SA Post Office in deep trouble

Bianke Neethling • 4 Jun 2023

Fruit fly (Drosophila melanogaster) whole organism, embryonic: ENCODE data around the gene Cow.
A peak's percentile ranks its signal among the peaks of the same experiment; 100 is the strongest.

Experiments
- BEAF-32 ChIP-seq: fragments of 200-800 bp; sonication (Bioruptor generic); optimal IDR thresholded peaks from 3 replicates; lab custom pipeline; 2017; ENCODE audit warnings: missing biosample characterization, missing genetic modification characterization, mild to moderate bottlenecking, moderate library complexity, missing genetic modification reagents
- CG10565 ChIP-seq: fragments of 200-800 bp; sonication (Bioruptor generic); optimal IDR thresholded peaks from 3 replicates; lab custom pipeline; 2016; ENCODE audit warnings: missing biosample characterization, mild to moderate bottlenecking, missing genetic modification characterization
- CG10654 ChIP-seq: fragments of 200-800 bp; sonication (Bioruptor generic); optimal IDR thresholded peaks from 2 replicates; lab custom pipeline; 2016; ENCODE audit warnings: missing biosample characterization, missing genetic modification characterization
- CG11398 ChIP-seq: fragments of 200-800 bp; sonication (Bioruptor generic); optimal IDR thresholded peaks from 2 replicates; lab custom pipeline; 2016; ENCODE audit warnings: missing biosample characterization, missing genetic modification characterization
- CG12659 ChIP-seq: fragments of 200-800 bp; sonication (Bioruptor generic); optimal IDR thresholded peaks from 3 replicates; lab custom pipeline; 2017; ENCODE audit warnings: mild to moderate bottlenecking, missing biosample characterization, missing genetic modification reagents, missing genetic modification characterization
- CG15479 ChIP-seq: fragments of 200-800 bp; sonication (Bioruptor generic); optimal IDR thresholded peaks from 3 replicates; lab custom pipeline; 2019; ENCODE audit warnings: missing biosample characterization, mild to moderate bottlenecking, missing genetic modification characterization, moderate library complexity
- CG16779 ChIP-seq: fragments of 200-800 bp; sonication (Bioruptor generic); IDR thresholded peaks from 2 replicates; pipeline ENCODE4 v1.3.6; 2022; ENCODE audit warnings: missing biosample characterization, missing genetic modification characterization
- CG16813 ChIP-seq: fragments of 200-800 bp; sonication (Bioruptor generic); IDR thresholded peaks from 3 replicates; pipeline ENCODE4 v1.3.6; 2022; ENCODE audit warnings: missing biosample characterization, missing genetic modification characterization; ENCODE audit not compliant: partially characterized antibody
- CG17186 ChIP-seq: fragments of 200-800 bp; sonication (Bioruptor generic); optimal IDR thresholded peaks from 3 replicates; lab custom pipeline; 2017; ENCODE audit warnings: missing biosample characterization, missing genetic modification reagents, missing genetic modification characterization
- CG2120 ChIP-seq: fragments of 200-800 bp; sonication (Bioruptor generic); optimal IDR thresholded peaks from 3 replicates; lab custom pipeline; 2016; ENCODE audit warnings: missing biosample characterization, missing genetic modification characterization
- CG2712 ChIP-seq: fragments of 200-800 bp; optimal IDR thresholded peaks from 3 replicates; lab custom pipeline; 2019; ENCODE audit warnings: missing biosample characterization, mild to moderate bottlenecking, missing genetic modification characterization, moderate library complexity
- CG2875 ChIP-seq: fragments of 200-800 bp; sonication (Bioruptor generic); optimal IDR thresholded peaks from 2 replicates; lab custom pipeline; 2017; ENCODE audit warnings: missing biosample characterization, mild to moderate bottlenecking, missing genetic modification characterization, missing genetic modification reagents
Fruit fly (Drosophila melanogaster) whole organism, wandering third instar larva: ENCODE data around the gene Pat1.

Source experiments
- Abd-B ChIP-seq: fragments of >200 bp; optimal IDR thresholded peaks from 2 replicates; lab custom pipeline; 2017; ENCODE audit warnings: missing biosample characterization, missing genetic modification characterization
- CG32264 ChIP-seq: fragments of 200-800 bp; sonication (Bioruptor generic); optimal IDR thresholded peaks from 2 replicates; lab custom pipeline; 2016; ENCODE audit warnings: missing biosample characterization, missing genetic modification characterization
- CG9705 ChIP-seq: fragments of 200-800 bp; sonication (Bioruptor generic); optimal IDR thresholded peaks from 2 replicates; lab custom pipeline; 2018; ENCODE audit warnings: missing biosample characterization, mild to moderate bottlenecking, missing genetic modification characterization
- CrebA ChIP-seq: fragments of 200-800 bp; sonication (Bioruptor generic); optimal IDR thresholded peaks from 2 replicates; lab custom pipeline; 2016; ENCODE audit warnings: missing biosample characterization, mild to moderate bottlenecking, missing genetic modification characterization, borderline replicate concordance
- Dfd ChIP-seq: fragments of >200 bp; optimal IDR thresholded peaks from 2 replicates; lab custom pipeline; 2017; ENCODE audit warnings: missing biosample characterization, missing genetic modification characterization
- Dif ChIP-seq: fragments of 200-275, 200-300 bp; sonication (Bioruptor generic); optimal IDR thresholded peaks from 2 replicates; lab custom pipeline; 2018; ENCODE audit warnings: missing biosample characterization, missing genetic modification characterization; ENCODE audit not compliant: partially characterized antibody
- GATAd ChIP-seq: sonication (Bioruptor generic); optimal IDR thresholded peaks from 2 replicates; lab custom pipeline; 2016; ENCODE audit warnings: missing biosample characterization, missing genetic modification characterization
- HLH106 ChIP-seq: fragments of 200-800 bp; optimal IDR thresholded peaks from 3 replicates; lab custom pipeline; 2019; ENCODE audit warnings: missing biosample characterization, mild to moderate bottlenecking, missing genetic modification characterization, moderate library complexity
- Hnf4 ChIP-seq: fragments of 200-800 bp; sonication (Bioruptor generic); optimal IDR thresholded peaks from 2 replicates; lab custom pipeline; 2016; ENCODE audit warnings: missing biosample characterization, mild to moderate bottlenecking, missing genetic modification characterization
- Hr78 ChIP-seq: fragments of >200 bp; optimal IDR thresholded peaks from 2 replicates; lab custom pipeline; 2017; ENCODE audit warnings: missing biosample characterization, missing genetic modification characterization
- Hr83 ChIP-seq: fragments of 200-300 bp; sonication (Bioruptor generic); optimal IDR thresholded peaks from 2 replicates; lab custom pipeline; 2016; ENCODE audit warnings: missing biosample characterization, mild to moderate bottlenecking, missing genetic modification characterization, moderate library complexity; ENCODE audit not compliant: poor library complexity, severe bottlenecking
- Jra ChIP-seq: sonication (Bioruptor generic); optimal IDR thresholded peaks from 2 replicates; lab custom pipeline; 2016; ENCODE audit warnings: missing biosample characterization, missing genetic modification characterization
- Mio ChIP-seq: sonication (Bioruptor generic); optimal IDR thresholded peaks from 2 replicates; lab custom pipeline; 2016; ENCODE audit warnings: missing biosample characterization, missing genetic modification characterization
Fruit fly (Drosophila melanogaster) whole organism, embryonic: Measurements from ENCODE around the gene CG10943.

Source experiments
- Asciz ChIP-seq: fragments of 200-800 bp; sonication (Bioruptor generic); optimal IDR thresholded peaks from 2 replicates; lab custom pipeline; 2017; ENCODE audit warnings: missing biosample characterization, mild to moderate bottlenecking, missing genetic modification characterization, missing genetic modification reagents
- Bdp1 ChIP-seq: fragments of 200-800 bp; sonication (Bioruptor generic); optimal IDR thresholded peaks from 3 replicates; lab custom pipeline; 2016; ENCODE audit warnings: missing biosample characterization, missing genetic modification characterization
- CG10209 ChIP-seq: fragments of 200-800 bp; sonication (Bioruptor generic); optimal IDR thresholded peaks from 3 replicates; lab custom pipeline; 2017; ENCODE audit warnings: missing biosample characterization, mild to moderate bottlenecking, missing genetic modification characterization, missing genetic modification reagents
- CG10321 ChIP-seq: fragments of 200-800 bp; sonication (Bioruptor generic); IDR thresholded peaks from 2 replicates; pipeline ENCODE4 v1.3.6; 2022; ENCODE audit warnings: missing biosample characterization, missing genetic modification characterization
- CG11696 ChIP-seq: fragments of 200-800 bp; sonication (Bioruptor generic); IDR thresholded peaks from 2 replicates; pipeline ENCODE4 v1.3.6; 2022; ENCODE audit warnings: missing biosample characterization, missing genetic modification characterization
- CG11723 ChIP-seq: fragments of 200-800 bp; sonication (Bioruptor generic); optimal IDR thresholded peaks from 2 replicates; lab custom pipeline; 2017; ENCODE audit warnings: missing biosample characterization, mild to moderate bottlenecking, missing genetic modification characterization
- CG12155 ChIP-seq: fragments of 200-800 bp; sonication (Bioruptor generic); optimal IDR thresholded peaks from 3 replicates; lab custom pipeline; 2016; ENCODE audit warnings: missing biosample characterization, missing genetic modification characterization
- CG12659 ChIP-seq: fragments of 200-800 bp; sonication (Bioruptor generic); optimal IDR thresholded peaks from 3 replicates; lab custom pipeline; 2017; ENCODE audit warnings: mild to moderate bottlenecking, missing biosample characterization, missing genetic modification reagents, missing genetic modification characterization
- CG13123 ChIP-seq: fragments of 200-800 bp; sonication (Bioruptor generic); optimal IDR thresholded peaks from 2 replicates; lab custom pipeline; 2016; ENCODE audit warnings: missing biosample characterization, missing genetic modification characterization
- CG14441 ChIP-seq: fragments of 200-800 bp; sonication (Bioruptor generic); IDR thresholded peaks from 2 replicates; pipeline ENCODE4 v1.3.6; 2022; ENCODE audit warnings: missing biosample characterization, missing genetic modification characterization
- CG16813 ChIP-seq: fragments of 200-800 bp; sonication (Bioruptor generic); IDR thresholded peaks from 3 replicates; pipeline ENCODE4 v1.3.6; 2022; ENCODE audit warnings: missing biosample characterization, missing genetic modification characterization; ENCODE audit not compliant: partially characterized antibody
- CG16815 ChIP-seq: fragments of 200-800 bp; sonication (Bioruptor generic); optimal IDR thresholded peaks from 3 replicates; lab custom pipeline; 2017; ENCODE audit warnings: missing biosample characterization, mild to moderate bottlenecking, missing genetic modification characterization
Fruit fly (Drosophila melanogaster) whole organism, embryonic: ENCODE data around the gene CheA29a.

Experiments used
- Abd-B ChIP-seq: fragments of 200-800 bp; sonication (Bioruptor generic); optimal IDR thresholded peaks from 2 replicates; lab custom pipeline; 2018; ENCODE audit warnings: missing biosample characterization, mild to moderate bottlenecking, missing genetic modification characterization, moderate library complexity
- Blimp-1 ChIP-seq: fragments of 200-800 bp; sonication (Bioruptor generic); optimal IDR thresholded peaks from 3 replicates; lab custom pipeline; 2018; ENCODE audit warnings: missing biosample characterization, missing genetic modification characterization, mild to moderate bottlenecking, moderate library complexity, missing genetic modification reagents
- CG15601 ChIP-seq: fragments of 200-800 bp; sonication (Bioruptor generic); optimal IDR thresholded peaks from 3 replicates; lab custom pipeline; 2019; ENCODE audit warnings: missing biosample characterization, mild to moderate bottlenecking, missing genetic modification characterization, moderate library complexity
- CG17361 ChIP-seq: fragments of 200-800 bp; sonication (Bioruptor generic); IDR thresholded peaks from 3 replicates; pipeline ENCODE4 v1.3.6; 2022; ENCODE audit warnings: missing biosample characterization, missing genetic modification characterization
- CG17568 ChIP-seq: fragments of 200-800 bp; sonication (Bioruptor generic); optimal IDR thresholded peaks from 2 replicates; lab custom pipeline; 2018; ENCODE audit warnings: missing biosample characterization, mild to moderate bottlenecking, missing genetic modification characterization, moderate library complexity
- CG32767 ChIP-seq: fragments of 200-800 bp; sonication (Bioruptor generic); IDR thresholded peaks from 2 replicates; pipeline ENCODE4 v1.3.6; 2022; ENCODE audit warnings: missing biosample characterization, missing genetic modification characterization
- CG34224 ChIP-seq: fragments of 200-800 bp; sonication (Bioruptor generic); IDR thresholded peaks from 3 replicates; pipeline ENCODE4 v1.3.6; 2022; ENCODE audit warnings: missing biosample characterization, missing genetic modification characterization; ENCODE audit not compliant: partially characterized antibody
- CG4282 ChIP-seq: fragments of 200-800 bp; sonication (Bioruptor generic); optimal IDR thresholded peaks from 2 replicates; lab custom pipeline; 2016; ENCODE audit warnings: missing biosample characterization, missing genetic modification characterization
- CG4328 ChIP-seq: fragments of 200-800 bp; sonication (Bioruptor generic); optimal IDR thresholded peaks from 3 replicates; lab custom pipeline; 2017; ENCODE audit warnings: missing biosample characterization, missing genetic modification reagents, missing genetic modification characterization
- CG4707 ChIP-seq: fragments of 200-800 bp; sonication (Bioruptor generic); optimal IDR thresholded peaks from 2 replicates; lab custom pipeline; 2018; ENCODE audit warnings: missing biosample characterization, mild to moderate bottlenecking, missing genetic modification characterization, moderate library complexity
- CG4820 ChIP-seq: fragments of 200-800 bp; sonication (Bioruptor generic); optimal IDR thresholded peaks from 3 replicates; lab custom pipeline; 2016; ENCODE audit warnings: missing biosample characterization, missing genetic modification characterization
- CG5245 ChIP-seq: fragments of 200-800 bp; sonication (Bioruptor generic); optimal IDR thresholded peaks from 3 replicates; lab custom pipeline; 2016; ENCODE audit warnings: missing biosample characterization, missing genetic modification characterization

The South African Post Office (SAPO) is forecast to make a R2.1 billion net loss for the 2022/2023 financial year, despite multiple government bailouts over the past few years.The National Treasury revealed this in a Parliamentary presentation on state-owned enterprises (SEOs) and government departments. In this presentation, the Treasury provided a financial update for the SAPO as at 31 March 2023.According to the Treasury, the SAPO has “historically struggled with defining its strategic role as a commercial enterprise, operating within a rapidly changing ICT environment, whilst balancing its distinct developmental mandate”.The enterprise has been in financial decline for a decade and was placed under provisional liquidation earlier this year for failing to settle its enormous debt.The SAPO is technically insolvent and has lost money since 2013. It has been forced to close branches nationwide for years and has had to cut thousands of jobs.Its provisional liquidation came shortly after the National Treasury allocated R2.4 billion to recapitalise the enterprise.From 2014, the SAPO has received more than R10.39 billion in government bailouts.The SAPO’s creditors currently amount to R5 billion as of March 2023, and its statutory obligations total R2.4 billion.The statutory obligations include R1.1 billion due to the Post Office Retirement Fund, R539 million to SARS, R596 million to Medipos, and R108 million to UIF.The Post Office’s staffing remains a significant problem for the enterprise, as staff costs of R3.6 billion for the year contributed 70% to its expenses.To address this problem, the Post Office announced earlier this year that it would have to cut 6,000 jobs. It was later decreased to 1,724.According to the National Treasury, “Although a number of reforms have been implemented and SAPO’s mandate was strengthened to provide the basis for its turnaround, the entity continues to struggle with its commercial revenues due to the failure of the board (current and previous to successfully implement turn around strategies.”SAPO’s revenue for the financial year was R2.6 billion, while its expenses totalled R5.1 billion. While the enterprise’s expenses were 24% under budget, its revenue was 46% – almost double – under budget.While SAPO currently has no government guarantees, the Department Of Communications and Digital Technologies (DCDT) has “developed a strategy to deal with the provisional liquidation which has been submitted to cabinet for consideration”. The plan is intended to form part of the response to the court judgement and will be tabled in court on 01 June 2023.In consultation with the DCDT, the SAPO has also finalised a new strategy for the enterprise, which aims to “turn the business around in light of the technological changes that had forced the entity to lag behind”.However, the Treasury said the strategy remains “challenged” due to a lack of funding for key projects.